Yesterday, I was reading The Hawks Nest blog on the Asbury Park Press website and I came across their report on a recent event held at the MAC. The event was called MAC Madness and it was a chance for the men’s and women’s basketball teams to interact with the students and other fans. According to the report on the blog, new head men’s basketball coach King Rice said that he wants the students to be at the home games “all the time so I’m going out to meet the students. I feel if they know who I am they’ll want to come and support us.”
Well, Coach Rice is right and it’s nice to see a head men’s basketball coach at Monmouth who is willing to get out there and mingle with the student body and the local fans. The rest of the article on The Hawks Nest is pretty good so I encourage you to read it by clicking on the link above. The other quote in the article that stood out to me was one from men’s basketball player Jesse Steele. In the article, Steele is quoted as saying: “We’re trying to change our attitude. I guess from last year we had the attitude like we were better than everyone. This year we’re just trying to show everyone we’re just like everyone else.” The article goes into how this change in attitude is a mandate by Coach Rice.
As a fan of Monmouth basketball and an alumnus of the university this is a mandate that I wholeheartedly agree with and support in every possible way.
In fact, reading Steele’s comment reminded me of my undergraduate years at Monmouth and two particularly interesting occurrences during my time on campus. The first was during my Freshman year of college. As a preface to this story, I should note that I was heavily recruited by Monmouth to play football there. In fact, their scout (a coach that is no longer employed by the university) came up to visit my high school on two separate occasions to see me and one of my teammates play. And, if I can toot my own horn for split second, I was a pretty damn good, Group IV high school football player.
Yet, when it came down to whether or not I wanted to play football at the college level, I initially decided against it. To sum up my mindset from that period of my life, I knew that I didn’t have the right build to make it to the NFL, so I didn’t think it was worth the excessive amount of time that I would likely put into the practices and being a part of the team at the college level. In hindsight, I think that this was one of the best decisions that I ever made in my academic/athletic life, but that’s another story for another time.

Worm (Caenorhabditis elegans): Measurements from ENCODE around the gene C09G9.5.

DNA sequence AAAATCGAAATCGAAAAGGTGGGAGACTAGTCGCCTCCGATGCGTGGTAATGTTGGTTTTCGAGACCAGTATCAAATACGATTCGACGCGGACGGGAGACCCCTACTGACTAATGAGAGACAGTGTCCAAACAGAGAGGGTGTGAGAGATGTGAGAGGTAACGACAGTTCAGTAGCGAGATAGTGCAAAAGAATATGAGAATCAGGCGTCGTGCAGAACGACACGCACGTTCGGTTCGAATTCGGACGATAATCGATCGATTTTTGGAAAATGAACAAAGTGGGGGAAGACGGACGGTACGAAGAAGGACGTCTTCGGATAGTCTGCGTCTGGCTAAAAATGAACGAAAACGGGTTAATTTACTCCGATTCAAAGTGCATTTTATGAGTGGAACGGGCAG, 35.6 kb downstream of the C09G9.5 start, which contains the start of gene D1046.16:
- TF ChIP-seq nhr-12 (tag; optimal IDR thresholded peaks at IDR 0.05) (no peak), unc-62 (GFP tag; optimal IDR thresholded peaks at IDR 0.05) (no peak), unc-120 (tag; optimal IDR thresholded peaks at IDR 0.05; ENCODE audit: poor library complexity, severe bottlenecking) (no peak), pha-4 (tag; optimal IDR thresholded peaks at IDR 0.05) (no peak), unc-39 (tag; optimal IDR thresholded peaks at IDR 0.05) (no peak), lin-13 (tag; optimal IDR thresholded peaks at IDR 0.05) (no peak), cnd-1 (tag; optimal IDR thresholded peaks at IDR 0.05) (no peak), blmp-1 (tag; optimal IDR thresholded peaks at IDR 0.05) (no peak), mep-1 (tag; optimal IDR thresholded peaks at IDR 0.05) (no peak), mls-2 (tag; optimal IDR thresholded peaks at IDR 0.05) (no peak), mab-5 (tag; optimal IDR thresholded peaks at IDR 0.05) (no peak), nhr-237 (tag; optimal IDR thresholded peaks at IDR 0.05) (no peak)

Anyway, reading Steele’s comment reminded me of a bizarre experience that I had in the weight room when I was a Freshman in college. The old weight room on campus was shared among the athletes and the students, so since I wasn’t a member of any of the sports teams I would sometimes workout when the athletes were just beginning or just ending their time in the gym. I’ll never forget the first time that I went into that weight room because I was lifting heavier weights in a more powerful, explosive manner than many of the football players who were in there. I wasn’t looking to be a big guy or a tough guy – I was just doing what I was taught in high school when I was an all-star, championship level football player who happened to play for a New Jersey Football Hall of Fame head coach that taught my teammates and I a phenomenal, collegiate level workout.
The looks I got from those football players were deadly. They hated everything about me and the fact that I was using certain machines that regular students typically didn’t use and lifting heavier weights than regular students typically lifted. Looking back, it really was a comical scene. This was my first experience with the unearned elitism that some Monmouth athletes had on campus.